Flash back to the last millennium. (Wow, that makes me feel old). I’m standing on an Atlanta street corner outside the Metroplex, a grimy mosh pit of a music venue that never aspired to a title as noble as “nightclub,” waiting to see a punk band with a rude name that I wouldn’t repeat in polite company…if I ever kept any.
I’m drinking clear rot-gut fluid—ostensibly vodka, which tastes as though it was brewed in the bathtub of a flophouse—out of a Coca-Cola can. Why? Well, I’m technically a wee bit underage to be seen drinking alcohol, and hiding the contraband liquor in a soda can seems somehow classier than slurping out of a bottle in a paper sack. Not that anyone else cuing at the Metroplex is terribly bothered about keeping up appearances. They’re more concerned about keeping up their spiky, gravity-defying mohawks in the Southern humidity.
Fast forward to last Friday. Now I’m sitting beside a marble fireplace in the Donovan Bar at Brown’s Hotel in London. This Rocco Forte property is a paean of wood-paneled elegance, lit by flickering candles and bright laughter.
Once again, I’m drinking vodka—but this time, it’s served in a respectable shot glass emblazoned with a sturgeon, and the fluid is so smooth, it slips past my lips and glides over my tongue like a warm, breathy whisper.
While the stuff I guzzled outside the Metroplex may well have been poured from a gasoline can, this nectar comes in a limited edition bottle with an embossed silver and gold label.
It’s sealed with wax and opened with a tiny, Barbie-sized hammer and brush, for heaven’s sake.
This, my friends, is Beluga Gold Line Vodka.
It’s made by the Mariinsk Distillery in Siberia, and it’s not even the same species as any vodka I’ve tasted before. It is, quite simply, dangerously delicious stuff.
“Last night, I saw two people finish off an entire bottle themselves,” confides Riccardo Vecchio, the young Italian head bartender in charge of wetting well-refined whistles. My eyes grow wide. “Yes,” I say, “but has anyone seen them today?”
Had that couple polished off any other bottle, I could easily picture them groaning in their bed, curtains shut tightly against the waning light, wishing for a quick death.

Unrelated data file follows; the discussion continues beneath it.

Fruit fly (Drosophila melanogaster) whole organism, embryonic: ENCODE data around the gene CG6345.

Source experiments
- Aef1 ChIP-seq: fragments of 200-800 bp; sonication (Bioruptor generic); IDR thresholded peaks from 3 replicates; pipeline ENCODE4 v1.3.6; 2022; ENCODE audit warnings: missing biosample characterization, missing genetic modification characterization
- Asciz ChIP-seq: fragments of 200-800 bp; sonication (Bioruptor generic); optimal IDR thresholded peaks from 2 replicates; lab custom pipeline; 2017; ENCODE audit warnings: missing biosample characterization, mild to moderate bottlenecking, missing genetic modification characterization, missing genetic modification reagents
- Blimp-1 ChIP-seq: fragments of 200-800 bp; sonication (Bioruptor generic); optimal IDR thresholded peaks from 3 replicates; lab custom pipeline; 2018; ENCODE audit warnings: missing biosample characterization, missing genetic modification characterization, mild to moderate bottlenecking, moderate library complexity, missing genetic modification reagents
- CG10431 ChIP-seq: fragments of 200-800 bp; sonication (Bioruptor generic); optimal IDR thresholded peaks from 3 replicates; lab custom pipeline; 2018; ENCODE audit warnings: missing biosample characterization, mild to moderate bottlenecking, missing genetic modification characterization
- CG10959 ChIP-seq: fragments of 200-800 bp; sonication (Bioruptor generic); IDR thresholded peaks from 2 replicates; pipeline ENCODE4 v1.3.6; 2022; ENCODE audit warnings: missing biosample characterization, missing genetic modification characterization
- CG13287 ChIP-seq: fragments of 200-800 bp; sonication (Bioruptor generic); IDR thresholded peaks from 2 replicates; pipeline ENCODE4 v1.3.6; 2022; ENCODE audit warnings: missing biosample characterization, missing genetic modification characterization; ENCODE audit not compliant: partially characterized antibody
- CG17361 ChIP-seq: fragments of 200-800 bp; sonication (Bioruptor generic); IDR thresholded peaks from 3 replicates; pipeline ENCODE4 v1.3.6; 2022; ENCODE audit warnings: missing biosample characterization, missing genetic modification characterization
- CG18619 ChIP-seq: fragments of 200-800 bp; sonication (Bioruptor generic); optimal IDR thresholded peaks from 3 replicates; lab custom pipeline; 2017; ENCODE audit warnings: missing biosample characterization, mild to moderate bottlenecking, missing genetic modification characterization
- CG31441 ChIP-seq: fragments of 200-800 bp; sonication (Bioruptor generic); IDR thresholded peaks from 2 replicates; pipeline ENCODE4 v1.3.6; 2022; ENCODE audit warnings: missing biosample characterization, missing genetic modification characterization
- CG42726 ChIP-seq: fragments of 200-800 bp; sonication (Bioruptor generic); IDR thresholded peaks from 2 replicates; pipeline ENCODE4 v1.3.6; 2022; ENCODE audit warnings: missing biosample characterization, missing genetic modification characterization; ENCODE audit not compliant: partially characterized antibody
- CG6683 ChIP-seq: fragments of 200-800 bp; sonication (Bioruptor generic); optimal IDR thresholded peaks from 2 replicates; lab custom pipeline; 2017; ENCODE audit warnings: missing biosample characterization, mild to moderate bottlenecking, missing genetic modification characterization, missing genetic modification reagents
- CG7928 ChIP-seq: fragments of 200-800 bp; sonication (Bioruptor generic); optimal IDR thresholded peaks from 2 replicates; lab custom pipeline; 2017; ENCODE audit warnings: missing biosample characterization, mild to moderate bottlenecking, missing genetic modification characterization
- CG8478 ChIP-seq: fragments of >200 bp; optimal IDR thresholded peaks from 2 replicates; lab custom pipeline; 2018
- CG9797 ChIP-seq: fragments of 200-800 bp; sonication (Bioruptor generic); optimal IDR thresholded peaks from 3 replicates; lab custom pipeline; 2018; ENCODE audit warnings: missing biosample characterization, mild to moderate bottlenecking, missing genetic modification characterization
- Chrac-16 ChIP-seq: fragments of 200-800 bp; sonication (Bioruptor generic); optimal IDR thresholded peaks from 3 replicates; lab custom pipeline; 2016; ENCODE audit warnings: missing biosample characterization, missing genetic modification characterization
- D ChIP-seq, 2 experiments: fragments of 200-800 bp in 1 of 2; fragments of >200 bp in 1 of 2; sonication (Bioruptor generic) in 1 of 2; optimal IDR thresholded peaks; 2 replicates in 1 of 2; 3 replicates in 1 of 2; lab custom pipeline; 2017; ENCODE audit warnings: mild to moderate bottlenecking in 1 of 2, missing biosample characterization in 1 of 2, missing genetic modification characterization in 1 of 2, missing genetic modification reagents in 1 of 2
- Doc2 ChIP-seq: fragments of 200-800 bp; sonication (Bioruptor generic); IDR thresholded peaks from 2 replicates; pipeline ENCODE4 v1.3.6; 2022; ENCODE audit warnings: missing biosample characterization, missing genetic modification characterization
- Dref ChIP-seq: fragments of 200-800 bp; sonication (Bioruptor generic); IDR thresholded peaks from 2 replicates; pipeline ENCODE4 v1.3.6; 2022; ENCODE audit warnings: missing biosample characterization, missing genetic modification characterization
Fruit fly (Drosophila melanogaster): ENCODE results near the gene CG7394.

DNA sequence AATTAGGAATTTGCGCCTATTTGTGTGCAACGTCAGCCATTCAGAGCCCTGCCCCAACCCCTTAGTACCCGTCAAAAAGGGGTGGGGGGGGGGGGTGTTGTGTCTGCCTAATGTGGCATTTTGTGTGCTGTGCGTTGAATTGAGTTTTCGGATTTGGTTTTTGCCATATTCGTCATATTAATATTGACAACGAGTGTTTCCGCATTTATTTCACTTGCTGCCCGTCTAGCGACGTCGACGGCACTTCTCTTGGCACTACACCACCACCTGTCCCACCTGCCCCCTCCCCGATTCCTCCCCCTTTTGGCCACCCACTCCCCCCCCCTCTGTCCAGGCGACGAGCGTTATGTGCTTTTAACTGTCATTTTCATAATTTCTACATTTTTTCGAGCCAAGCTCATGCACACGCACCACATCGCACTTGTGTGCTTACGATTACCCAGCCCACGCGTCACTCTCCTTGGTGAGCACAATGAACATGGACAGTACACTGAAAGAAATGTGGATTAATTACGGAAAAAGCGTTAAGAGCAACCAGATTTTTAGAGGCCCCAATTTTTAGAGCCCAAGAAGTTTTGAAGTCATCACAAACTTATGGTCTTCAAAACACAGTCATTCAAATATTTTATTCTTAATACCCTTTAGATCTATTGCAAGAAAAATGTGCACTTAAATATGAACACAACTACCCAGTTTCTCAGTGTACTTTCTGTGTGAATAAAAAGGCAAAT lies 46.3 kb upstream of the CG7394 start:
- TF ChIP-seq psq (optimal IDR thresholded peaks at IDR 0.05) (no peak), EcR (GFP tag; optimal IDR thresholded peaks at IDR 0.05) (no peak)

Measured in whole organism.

But reading a description of how Beluga Gold is made, well, it sounds almost medicinal. (Not that I’d recommend drinking an entire bottle at once, any more than I’d suggest downing a week’s worth of penicillin in one sitting).
First, Beluga Gold is filtered five times. Then the makers add milk sugars, rice infusion and rhodiola rose extract, a natural herb meant to soften the flavour and abate “negative after-effects”—otherwise known as a hangover, y’all. It’s left to rest in steel barrels for three months before being bottled, served, and sipped, preferably with pinky extended.
At £25 a tipple, Beluga Gold doesn’t come cheaply—and whatever healthy herbs it might possess, these shots are not covered by a prescription. But you don’t need a gold card to enjoy Beluga’s vodkas, which range from £11 per serving for Beluga Noble (enriched with honey, infusion of oats, and extracts of vanilla and Sylibum marianum—also known as milk thistle) to £15 per shot for Beluga Transatlantic (with extract of wild strawberry) and Beluga Allure (with maple syrup and infusion of figs).
Alternatively, plump for a £16 cocktail made with Beluga Noble vodka. “The Siberian” is a decidedly masculine drink, combining Beluga Noble, aperol, sweet vermouth and Creole bitters.
“The Long Mariinsky” is a refreshing, citrusy blend of Beluga Noble, lemon juice, Elderflower syrup, and grapefruit bitters, topped with soda water and garnished with mint leaves.
My favourite is “From Russia with Love,” a mix of Beluga Noble, freshly squeezed lemon juice and rose syrup, topped up with Ruinart Brut NV Champagne and sprinkled with rose petals. I don’t know whether to drink it or dab it behind my ears—so I do both. The delicate aroma is a far cry from the hedonistic sweat that “perfumed” the Metroplex. My, how times have changed.